Ask Mike Reinold Show

Workload Monitoring in Sports

It’s very important to monitor workloads to assure we aren’t overloading, or underloading, our athletes. Both can have an impact on injury and performance.

Workload monitoring is fairly straightforward in some sports, but in others can get complicated. Here’s how we monitor workload in a variety of different athletes.

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#AskMikeReinold Episode 243: Workload Monitoring in Sports

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Show Notes



Transcript

Student:
All right. We got Mandy in Ohio says, “In school, we talked about workload measurement and monitoring for running and lifting. How do you all like to measure workload in other sports such as soccer, gymnastics, or do you find that monitoring an athlete’s response to exercise is sufficient?”

Mike Reinold:
I like it. Good. Wait, so is soccer a sport? Do we define that as a… Just kidding. Jonathan’s a big soccer player. We like doing that. I love soccer people. I like all athletes. Just wanted to throw that out there, but a good question, but yeah. You know what? That’s a good question, Mandy, because I actually think the easiest workload monitoring is probably in, like you said, lifting, right? So in fitness athletes, right? Because man, you have everything. You have every objective data point. You have sets, you have reps, you have load. I mean, you could even have speed, even your rest. I mean, you put your whole trading load together. It is so easy to monitor work… I shouldn’t say it’s so easy. It’s complicated. Right? But it’s a little bit more straightforward to measure it in workload.

Mike Reinold:
I’ll introduce it from a baseball standpoint, and then I hear what some other people… I know Dave has put a considerable amount of gymnastics work into this year. But in baseball, when we start talking about, let’s say pitching injuries or hitting injuries, the first thing we do is take a step back and try to define a little bit. So let’s say pitching, right? In pitching, we can manipulate a lot of variables. Again, there’s repetitions. But if I just logged the ball, versus I throw the ball as hard as I can, is that the same workload metric? Right? So you have to come up with definitions based on that. So what we did in baseball is we took what we knew scientifically of stress. So torque essentially is what we used, the biomechanical term from biomechanical studies.

Mike Reinold:
We took torque. And what’s the torque difference in, let’s say the elbow on the Tommy John Ligament in playing catch or stretching out long toss or throwing away two balls or doing a bullpen or pitching in a game. Right? We actually have enough science now and biomechanical data now that we know that, and then we can assign different workload grades. So look, 20 years ago, we tried this, which is like innings pitched in pitches per game. But again, if you throw a change up or a fast ball, does that matter? There’s so many different metrics that we can put into this. But I think the big thing, what you do is when you’re starting to get into your sport is you start to say, “What is the unit of work that matters to your sport?”

Mike Reinold:
So in weightlifting, it’s probably load and total reps or something like that. In baseball, it’s intensity and throws, right? That sort of thing. So Dave, from there, why don’t you kick it off, because you started this almost from scratch in a sport of gymnastics that is super complex, right? You guys aren’t even doing the same thing, right? Different people, they have different events that they do that are completely different stress. How did you first go about this? Because I feel like if you can do it in gymnastics, we can do it in almost anything else.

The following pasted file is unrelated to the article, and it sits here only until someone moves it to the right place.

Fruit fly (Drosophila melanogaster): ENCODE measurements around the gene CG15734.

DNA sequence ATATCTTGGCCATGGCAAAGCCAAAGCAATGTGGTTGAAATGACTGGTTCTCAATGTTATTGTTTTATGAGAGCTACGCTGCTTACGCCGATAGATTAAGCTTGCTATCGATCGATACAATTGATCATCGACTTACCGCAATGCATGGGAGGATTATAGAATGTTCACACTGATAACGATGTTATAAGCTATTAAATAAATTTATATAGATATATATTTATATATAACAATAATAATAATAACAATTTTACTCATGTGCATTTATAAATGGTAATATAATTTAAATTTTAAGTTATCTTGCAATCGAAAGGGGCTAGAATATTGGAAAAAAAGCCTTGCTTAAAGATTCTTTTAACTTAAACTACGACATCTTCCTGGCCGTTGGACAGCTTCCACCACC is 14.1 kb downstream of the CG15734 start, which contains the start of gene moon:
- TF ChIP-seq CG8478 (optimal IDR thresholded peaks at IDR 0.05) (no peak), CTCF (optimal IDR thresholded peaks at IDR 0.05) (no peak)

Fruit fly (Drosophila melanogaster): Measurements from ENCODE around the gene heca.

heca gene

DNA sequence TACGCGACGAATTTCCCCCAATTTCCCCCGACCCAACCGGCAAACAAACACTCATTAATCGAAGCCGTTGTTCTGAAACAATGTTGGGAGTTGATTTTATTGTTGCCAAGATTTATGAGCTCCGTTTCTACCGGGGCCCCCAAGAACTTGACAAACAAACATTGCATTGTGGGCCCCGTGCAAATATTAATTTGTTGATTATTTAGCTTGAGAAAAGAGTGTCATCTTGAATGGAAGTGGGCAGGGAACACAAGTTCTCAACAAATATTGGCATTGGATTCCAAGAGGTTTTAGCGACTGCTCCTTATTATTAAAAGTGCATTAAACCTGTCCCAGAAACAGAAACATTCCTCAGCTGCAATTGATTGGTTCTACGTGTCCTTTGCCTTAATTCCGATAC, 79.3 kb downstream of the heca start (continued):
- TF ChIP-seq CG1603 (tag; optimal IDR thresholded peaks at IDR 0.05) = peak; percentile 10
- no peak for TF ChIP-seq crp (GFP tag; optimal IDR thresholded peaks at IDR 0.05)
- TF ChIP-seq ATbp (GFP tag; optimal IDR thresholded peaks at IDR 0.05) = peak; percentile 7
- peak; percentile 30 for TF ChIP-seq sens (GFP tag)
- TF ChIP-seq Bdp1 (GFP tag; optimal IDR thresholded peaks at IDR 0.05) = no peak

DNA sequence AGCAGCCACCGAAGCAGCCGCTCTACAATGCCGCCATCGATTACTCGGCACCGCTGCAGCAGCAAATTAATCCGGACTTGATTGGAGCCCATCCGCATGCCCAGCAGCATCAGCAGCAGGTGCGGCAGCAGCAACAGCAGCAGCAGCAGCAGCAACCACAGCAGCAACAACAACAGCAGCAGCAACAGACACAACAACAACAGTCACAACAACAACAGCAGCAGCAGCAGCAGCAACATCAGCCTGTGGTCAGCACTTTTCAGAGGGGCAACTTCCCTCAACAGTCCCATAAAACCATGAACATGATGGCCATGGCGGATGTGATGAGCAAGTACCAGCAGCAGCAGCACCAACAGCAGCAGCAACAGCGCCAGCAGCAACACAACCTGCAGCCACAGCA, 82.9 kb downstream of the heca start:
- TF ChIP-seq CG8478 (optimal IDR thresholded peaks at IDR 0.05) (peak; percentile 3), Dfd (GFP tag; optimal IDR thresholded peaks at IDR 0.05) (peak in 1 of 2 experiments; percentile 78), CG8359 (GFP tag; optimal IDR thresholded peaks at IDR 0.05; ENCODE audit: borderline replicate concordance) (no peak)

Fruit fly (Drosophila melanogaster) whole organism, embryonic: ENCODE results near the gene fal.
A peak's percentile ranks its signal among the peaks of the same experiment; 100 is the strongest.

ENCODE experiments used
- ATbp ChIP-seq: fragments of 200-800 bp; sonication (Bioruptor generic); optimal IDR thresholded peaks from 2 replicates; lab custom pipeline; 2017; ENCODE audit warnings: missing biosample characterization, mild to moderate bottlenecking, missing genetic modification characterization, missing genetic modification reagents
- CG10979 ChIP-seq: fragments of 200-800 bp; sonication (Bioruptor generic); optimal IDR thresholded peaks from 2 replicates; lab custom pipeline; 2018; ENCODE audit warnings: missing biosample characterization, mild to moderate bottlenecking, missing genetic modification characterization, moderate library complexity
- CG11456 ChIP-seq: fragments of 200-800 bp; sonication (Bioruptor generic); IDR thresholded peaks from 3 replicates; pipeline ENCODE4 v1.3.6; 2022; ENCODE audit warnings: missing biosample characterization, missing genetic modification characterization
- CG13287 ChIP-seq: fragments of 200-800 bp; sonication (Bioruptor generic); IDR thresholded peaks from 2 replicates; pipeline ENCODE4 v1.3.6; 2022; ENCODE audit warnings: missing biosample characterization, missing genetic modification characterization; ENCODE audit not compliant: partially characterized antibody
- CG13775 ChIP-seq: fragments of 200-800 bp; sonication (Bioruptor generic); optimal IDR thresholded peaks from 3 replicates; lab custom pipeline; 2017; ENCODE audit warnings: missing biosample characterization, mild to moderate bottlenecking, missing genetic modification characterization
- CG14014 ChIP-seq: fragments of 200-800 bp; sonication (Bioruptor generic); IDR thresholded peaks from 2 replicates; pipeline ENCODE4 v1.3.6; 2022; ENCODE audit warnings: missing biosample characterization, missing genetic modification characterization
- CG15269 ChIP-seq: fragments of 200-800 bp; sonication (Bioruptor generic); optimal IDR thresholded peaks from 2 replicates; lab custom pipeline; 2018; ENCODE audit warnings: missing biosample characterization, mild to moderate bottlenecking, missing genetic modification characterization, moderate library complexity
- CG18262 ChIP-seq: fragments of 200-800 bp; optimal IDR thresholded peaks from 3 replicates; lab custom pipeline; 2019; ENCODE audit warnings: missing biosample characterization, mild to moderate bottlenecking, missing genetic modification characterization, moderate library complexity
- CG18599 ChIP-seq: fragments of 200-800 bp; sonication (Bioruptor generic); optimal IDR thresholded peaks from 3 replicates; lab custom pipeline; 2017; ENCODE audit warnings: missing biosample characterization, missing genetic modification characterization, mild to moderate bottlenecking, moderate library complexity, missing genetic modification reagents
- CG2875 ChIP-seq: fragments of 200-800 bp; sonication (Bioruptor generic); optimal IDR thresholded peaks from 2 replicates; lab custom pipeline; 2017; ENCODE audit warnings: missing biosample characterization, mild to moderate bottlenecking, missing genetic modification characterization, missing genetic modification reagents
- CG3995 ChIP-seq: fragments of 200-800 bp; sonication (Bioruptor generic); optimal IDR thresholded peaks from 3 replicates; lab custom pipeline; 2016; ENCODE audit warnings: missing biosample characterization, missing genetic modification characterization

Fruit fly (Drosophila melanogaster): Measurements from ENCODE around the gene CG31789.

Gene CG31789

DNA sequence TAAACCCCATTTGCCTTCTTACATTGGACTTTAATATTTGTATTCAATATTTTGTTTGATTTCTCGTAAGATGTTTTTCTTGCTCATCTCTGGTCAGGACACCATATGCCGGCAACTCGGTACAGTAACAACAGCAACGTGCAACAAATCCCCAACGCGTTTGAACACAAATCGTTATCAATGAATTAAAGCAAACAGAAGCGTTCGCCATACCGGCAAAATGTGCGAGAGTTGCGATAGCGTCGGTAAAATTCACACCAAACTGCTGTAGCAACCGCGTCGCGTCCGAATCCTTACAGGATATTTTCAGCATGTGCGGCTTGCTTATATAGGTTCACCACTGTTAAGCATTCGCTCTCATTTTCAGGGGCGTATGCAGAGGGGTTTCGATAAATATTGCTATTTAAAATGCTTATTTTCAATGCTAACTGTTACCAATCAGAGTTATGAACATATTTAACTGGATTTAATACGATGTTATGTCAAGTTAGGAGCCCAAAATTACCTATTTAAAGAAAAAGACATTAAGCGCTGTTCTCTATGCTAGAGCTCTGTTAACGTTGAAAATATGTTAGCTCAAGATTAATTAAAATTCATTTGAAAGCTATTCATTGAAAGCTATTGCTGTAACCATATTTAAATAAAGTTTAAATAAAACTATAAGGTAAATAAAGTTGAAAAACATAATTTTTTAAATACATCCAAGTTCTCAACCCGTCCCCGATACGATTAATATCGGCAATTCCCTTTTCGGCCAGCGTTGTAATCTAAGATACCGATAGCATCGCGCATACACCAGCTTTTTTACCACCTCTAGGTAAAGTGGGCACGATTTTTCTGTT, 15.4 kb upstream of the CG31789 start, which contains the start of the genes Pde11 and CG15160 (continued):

Dave Tilley:
Yeah. This was the exact reason why I took Tim’s course in New York a couple of years ago and then we had follow-up stuff because I was definitely understanding the concepts, but I was really not seeing how it applies to gymnastics. Tim was super helpful and we actually had a study that was going before COVID shut down, on how to… It’s like niche sports, right? They’re like weird ominous. They’re not like you can’t objectively look at pitches or things like that with speed. So the ways that we do this with sports that are more mixed modality, as Tim would say is like you’re looking at the different zones of intensity and trying to find a workload measurement behind that. So with soccer and with sprinting, something that Tim showed us in the course is they monitor the time spent in different speeds of running, right?

Dave Tilley:
So like just running 40 yards at a very jog or a low-level jog versus sprinting 40 yards is very different stress on your hamstrings. They were starting to do that in other sports where they would wear GPS accelerometers, and also heart rate monitors, and they would measure the zones of intensity, how long you’re operating in that a high workload or low workload. And that was very successful. For other sports too, like gymnastics or wrestling, or I think, water polo, Tim was working in too, what you have to do is you have to find a very similar way to gauge that metric. So that’s what we did in gymnastics, is we took the variables we have to work with our time, right? The amount of time spent on a specific event in practice, and then we use an internal workload of RPE for just that event. So we take the time, we multiply it by the event RPE, so how hard was just bars, how hard was just floor, and then we multiply it by a weighting factor, which is what Tim suggested that we do.

Dave Tilley: